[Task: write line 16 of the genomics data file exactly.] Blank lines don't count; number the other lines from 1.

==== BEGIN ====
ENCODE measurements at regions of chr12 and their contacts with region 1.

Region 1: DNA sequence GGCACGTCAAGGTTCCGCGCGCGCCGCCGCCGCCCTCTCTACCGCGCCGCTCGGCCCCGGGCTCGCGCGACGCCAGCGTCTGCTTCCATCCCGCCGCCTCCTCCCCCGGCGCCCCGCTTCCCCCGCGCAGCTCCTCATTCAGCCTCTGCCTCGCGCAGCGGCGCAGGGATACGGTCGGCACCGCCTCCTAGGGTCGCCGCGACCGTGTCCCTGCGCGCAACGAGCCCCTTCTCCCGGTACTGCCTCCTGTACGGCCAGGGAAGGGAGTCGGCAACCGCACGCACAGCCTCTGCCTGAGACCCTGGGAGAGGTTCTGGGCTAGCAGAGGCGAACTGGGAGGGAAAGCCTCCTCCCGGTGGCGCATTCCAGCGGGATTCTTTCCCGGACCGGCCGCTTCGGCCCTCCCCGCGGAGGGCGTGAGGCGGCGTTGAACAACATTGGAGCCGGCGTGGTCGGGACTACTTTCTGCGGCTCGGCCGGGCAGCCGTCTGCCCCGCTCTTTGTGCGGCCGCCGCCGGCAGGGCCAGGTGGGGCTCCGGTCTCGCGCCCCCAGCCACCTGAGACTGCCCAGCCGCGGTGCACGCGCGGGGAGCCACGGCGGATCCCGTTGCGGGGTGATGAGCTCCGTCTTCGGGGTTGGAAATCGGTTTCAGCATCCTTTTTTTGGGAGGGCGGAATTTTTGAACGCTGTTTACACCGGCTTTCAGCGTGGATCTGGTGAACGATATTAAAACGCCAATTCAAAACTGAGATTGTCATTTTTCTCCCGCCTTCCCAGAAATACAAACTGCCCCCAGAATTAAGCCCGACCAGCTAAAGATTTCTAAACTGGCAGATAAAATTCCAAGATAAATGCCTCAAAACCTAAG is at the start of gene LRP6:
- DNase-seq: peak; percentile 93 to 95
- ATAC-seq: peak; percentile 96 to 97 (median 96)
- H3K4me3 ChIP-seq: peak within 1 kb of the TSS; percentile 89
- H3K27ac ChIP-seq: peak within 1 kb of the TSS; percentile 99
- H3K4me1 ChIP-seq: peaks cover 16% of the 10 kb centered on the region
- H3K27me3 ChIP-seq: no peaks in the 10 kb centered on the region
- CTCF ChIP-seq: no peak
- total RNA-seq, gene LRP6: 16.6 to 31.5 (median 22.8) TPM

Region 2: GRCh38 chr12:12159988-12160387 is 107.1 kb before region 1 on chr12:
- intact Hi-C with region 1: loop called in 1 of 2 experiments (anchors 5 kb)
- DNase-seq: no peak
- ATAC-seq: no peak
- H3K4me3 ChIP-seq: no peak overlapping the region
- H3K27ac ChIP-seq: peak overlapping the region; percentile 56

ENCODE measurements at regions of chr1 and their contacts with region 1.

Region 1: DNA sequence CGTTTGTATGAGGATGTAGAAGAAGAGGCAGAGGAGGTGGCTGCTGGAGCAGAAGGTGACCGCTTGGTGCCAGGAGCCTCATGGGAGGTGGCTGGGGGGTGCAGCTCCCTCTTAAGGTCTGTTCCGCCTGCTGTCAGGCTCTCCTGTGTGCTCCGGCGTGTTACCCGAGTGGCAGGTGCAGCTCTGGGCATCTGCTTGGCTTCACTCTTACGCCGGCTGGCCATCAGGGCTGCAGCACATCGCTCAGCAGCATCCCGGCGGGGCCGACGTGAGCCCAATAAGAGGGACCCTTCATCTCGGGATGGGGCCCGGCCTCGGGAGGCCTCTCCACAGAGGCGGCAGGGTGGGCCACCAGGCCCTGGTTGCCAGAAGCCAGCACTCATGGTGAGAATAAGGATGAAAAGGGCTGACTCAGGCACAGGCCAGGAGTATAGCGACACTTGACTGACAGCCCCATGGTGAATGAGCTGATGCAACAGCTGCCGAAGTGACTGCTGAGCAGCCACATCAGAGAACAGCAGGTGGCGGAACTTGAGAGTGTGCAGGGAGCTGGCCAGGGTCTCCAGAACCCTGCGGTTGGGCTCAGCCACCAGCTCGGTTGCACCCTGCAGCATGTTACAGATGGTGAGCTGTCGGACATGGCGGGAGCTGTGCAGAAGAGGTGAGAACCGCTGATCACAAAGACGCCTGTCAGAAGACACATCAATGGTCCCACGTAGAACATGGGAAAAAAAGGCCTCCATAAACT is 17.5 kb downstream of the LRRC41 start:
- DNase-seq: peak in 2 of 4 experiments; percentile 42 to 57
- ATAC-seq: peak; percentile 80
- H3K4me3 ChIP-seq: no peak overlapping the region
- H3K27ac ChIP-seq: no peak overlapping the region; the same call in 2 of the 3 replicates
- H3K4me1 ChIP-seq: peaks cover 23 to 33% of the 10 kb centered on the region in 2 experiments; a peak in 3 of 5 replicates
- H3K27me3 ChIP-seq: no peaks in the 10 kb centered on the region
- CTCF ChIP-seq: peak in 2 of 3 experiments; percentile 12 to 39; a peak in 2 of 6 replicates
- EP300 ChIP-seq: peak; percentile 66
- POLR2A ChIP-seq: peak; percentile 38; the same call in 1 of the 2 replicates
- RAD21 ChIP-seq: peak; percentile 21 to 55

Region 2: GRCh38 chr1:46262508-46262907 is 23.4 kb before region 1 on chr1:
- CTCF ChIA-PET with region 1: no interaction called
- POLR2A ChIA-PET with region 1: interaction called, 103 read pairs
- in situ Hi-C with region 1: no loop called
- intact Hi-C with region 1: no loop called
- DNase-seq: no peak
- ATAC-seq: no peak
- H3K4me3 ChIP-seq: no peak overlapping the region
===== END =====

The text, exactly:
- H3K27ac ChIP-seq: peak overlapping the region; percentile 56